Storm turns attention to Auckland

Dangerous sea conditions are expected to strike Auckland this afternoon as ex tropical Cyclone Lusi whips down the North Island.

The storm has turned its attention to Auckland from the Far North, resulting in thousands without power, surface flooding, landslips, rockfalls and trees down around the region.

Auckland Civil Defence is urging beach-goers to steer clear of the ocean after dangerous conditions that affected Northland this morning would be mirrored further south.

Large wave surges were expected to hit around Orewa about 5pm, Auckland Council said.

Civil Defence controller Clive Manley said people needed to be very careful, especially later this afternoon and into the evening on or near east coast beaches in Rodney and the North Shore.

"We are expecting bad sea conditions which may cause erosion of beaches and nearby low-lying areas.

"People should stay out of the water and off those beaches for the rest of today."

The Auckland Harbourmaster has advised three boats had to be secured after they broke moorings today.

Because of conditions in the harbour, a ship has been redirected to shelter off the Coromandel Peninsula.

Forecasts have indicated that accumulations might be higher than previously modelled, with rainfall north of Orewa could increase to an additional 50mm - 70mm today, with lesser amounts for the rest of the region, Mr Manley said.

Winds were still expected to increase in strength and peak this afternoon.

Meanwhile, the fire service has been busy attending about 80 callouts during the day, mostly for downed trees on powerlines, which has cut power to thousands.

Fire crews also secured a roof in Orewa that was being lifted by strong winds, a spokesman said.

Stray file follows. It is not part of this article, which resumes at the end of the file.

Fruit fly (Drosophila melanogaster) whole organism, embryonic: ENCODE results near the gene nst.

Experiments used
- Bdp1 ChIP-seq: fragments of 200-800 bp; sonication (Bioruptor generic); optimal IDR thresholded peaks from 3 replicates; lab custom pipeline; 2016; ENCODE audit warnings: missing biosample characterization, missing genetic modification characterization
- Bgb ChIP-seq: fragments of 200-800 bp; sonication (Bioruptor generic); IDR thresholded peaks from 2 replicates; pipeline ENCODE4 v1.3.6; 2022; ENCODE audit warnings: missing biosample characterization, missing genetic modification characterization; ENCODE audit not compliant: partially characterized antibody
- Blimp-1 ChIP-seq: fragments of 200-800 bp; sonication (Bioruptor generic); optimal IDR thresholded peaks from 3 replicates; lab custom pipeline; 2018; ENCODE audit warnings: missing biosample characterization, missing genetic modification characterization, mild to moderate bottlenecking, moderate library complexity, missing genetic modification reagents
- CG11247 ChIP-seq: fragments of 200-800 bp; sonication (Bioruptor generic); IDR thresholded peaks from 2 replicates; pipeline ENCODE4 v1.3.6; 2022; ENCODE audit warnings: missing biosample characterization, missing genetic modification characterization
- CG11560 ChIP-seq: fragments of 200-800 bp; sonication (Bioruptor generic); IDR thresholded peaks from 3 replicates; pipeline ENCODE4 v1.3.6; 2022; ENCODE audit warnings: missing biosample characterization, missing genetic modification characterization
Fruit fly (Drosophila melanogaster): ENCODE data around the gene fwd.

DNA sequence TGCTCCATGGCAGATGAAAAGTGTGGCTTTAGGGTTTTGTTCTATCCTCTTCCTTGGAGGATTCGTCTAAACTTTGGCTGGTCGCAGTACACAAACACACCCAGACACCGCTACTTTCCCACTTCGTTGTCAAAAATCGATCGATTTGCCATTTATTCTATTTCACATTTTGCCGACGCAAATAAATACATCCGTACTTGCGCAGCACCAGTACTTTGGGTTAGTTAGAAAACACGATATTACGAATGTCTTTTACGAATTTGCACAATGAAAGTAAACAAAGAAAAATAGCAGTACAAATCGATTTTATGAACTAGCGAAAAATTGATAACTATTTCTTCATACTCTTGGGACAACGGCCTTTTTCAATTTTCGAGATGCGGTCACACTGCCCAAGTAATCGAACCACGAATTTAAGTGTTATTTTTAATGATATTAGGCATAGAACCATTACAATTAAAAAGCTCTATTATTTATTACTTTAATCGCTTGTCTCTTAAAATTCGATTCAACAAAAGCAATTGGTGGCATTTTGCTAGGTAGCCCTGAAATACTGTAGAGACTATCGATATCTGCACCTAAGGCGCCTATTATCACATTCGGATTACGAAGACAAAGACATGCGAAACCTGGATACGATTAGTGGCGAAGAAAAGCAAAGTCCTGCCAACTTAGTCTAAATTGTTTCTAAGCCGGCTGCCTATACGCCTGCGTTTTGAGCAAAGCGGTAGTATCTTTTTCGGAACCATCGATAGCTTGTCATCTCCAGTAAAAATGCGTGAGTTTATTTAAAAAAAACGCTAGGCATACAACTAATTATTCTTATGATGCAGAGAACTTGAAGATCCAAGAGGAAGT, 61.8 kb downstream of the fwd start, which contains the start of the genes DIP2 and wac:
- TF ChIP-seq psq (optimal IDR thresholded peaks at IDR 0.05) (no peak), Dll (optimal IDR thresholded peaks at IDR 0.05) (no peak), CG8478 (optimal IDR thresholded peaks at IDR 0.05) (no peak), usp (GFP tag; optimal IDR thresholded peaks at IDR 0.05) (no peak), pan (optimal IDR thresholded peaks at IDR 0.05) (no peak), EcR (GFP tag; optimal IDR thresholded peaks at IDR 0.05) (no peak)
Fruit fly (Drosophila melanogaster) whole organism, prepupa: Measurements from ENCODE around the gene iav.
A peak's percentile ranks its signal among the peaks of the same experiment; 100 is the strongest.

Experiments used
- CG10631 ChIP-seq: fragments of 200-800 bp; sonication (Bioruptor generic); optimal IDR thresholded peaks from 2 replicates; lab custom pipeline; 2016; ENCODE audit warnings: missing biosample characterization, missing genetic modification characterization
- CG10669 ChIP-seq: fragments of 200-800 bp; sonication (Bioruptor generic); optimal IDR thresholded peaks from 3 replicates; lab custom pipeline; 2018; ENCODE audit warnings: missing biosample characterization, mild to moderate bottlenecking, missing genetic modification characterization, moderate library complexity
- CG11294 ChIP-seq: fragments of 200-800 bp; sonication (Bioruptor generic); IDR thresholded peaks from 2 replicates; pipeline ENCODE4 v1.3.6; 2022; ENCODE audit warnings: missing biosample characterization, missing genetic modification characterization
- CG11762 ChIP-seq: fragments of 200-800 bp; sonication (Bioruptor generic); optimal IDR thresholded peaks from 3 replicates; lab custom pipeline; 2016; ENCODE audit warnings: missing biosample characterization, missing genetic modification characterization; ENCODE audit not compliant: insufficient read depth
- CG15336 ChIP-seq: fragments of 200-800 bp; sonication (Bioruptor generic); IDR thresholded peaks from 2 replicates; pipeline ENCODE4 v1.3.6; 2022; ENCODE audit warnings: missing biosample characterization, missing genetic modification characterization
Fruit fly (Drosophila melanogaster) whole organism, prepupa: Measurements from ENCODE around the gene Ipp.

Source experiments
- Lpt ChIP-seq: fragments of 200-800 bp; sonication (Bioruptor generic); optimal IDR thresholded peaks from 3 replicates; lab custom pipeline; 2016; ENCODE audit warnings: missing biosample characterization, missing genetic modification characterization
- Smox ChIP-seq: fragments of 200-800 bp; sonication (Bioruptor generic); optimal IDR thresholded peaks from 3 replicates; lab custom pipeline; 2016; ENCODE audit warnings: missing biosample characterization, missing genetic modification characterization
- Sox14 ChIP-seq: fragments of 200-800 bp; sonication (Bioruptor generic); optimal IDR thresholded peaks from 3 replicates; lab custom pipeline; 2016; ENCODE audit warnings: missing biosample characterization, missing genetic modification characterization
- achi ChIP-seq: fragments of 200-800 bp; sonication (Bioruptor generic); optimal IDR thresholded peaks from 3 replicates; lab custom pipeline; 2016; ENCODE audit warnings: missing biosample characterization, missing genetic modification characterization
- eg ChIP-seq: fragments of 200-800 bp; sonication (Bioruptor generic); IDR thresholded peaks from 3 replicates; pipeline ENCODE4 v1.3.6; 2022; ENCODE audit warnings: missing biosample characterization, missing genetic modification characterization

The damaging storm has brought gales and driving rain to the Far North and it was now tracking south along the country.

Strong easterly winds gusting to 120km/h blew a shed through power lines at Whangarei Heads overnight, cutting power to 2000 homes, a Northpower spokesman said.

Residents affected were in towns along the east coast.

More than 7700 Vector customers also had their power out around the Auckland area today, with crews working to reconnect residents.

Those affected were in Waimauku, Whitford, Omaha, Cockle Bay, Remuera , Stanmore Bay, Arkles Bay, Red Beach, Wellsford and Port Albert.

Stormwater blockages from debris and persistent rainfall were causing isolated surface flooding around the region, Auckland Civil Defence and Emergency Management duty officer Jamie Richards said.

A rockfall also blocked part of the Hibiscus Coast Highway at Waiwera this morning. analyst Philip Duncan said the storm still retained category 1 strength winds with sustained gales near the centre and gusts over 100km/h.

The terrain of New Zealand was helping boost those wind speeds further in some exposed parts of Northland.

In Auckland winds were gale force in some places while other suburbs are fairly calm, he said.

Severe weather warnings have been issued for Northland, Auckland, Coromandel Peninsula, Bay of Plenty, Gisborne, Nelson and Marlborough.

Housing New Zealand also said it would make extra staff available over the weekend, with maintenance contractors ready to deal with any urgent repairs.

However, residents in at-risk coastal areas have been told it's a case of ``neighbour helping neighbour'' to ensure safety.

The brunt of Cyclone Lusi's force was expected to strike the North Island throughout today, before gradually weakening as it moves into the South Island tomorrow.

The storm should be clear of New Zealand by Monday, with only a few showers and brisk winds remaining in the south and east.

Canterbury was bracing itself for more flooding, with the Christchurch City Council saying it was preparing for the worst case scenario following recent damaging floods in the area.

About 22,000 sandbags will be filled and ready for collection in various locations across the city by noon today, with all emergency response teams on stand-by.

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